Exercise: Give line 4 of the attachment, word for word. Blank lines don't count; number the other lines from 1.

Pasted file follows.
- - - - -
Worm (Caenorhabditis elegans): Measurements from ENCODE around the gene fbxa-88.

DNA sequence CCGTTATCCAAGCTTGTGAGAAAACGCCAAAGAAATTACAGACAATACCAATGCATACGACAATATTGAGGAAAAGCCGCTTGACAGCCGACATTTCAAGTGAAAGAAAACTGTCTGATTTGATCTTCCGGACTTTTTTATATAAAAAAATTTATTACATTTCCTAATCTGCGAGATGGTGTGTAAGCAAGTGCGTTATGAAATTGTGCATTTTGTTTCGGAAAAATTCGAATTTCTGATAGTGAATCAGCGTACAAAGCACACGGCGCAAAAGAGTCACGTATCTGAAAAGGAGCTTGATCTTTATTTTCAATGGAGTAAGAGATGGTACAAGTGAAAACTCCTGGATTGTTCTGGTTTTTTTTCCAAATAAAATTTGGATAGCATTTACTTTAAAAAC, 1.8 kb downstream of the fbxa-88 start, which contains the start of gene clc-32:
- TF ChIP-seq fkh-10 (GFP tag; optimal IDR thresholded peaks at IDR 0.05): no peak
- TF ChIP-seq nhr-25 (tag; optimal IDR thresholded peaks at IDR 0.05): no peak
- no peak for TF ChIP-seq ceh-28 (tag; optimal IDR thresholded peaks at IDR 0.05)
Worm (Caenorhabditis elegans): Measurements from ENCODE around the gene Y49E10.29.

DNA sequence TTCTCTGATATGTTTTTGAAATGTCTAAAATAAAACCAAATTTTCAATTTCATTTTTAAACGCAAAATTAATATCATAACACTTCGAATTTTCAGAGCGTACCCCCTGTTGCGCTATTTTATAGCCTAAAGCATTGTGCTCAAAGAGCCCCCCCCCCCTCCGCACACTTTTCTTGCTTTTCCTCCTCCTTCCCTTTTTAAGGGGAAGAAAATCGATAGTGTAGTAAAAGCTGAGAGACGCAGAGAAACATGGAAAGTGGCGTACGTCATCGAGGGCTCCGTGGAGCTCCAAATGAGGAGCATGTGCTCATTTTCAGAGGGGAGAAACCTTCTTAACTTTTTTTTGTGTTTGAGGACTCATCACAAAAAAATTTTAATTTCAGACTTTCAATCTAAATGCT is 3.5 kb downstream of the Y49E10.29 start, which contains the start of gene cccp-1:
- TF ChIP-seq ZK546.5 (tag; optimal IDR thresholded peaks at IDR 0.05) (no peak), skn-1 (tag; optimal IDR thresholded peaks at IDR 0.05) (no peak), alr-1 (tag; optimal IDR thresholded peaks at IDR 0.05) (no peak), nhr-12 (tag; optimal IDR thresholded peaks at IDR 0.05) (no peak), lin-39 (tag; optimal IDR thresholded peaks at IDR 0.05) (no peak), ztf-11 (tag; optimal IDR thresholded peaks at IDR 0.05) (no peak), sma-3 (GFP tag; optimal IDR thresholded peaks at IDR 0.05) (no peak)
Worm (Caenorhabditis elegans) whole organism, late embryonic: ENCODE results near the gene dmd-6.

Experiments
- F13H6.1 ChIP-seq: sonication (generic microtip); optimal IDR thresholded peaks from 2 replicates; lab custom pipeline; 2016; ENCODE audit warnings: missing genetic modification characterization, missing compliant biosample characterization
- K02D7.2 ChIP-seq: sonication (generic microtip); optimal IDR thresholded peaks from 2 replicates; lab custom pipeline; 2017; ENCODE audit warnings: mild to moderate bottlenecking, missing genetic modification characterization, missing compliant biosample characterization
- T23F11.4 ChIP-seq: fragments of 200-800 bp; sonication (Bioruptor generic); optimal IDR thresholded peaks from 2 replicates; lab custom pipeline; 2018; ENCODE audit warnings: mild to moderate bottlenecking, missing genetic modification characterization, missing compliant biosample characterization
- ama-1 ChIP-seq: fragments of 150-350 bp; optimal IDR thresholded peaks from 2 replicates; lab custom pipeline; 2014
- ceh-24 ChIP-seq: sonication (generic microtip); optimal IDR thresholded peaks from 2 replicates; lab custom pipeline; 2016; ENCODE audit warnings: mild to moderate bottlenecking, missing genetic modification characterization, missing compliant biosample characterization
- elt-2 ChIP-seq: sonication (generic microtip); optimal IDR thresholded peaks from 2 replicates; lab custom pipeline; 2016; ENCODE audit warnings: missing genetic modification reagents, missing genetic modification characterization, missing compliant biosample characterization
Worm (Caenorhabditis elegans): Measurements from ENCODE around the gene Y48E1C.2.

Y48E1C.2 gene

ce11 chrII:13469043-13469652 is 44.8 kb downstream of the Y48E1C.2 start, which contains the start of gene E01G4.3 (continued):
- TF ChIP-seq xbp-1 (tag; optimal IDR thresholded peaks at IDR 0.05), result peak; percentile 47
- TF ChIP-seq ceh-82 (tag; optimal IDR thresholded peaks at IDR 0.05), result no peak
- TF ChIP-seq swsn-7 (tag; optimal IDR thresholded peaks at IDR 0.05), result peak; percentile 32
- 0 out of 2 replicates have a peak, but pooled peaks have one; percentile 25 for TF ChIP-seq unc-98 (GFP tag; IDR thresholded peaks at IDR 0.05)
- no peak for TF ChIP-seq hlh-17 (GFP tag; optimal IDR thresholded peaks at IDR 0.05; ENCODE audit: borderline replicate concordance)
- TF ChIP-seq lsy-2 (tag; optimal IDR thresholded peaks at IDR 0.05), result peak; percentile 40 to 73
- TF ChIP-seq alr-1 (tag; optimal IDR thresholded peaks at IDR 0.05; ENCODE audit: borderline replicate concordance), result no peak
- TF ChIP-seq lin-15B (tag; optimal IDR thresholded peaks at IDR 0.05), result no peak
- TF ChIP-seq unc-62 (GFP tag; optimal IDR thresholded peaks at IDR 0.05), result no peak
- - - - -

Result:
- TF ChIP-seq nhr-25 (tag; optimal IDR thresholded peaks at IDR 0.05): no peak